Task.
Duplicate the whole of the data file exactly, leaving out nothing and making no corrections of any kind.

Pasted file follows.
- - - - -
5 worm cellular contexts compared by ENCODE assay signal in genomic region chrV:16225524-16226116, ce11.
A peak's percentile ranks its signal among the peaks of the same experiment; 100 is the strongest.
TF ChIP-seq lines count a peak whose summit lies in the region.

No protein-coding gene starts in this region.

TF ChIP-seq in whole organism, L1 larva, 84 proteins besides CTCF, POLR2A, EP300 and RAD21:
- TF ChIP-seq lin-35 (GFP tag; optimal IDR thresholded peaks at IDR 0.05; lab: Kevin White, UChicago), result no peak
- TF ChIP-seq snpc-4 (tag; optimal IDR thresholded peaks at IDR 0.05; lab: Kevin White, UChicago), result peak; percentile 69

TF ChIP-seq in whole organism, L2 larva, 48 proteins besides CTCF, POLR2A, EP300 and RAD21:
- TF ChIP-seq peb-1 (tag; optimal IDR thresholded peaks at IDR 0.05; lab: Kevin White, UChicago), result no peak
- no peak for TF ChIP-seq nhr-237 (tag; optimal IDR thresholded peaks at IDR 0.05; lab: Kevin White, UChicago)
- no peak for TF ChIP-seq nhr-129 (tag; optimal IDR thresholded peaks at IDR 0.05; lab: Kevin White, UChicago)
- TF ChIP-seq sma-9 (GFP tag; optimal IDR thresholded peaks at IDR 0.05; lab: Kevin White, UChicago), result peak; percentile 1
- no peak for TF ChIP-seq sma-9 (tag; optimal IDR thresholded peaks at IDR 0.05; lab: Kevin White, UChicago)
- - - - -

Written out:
5 worm cellular contexts compared by ENCODE assay signal in genomic region chrV:16225524-16226116, ce11.
A peak's percentile ranks its signal among the peaks of the same experiment; 100 is the strongest.
TF ChIP-seq lines count a peak whose summit lies in the region.

No protein-coding gene starts in this region.

TF ChIP-seq in whole organism, L1 larva, 84 proteins besides CTCF, POLR2A, EP300 and RAD21:
- TF ChIP-seq lin-35 (GFP tag; optimal IDR thresholded peaks at IDR 0.05; lab: Kevin White, UChicago), result no peak
- TF ChIP-seq snpc-4 (tag; optimal IDR thresholded peaks at IDR 0.05; lab: Kevin White, UChicago), result peak; percentile 69

TF ChIP-seq in whole organism, L2 larva, 48 proteins besides CTCF, POLR2A, EP300 and RAD21:
- TF ChIP-seq peb-1 (tag; optimal IDR thresholded peaks at IDR 0.05; lab: Kevin White, UChicago), result no peak
- no peak for TF ChIP-seq nhr-237 (tag; optimal IDR thresholded peaks at IDR 0.05; lab: Kevin White, UChicago)
- no peak for TF ChIP-seq nhr-129 (tag; optimal IDR thresholded peaks at IDR 0.05; lab: Kevin White, UChicago)
- TF ChIP-seq sma-9 (GFP tag; optimal IDR thresholded peaks at IDR 0.05; lab: Kevin White, UChicago), result peak; percentile 1
- no peak for TF ChIP-seq sma-9 (tag; optimal IDR thresholded peaks at IDR 0.05; lab: Kevin White, UChicago)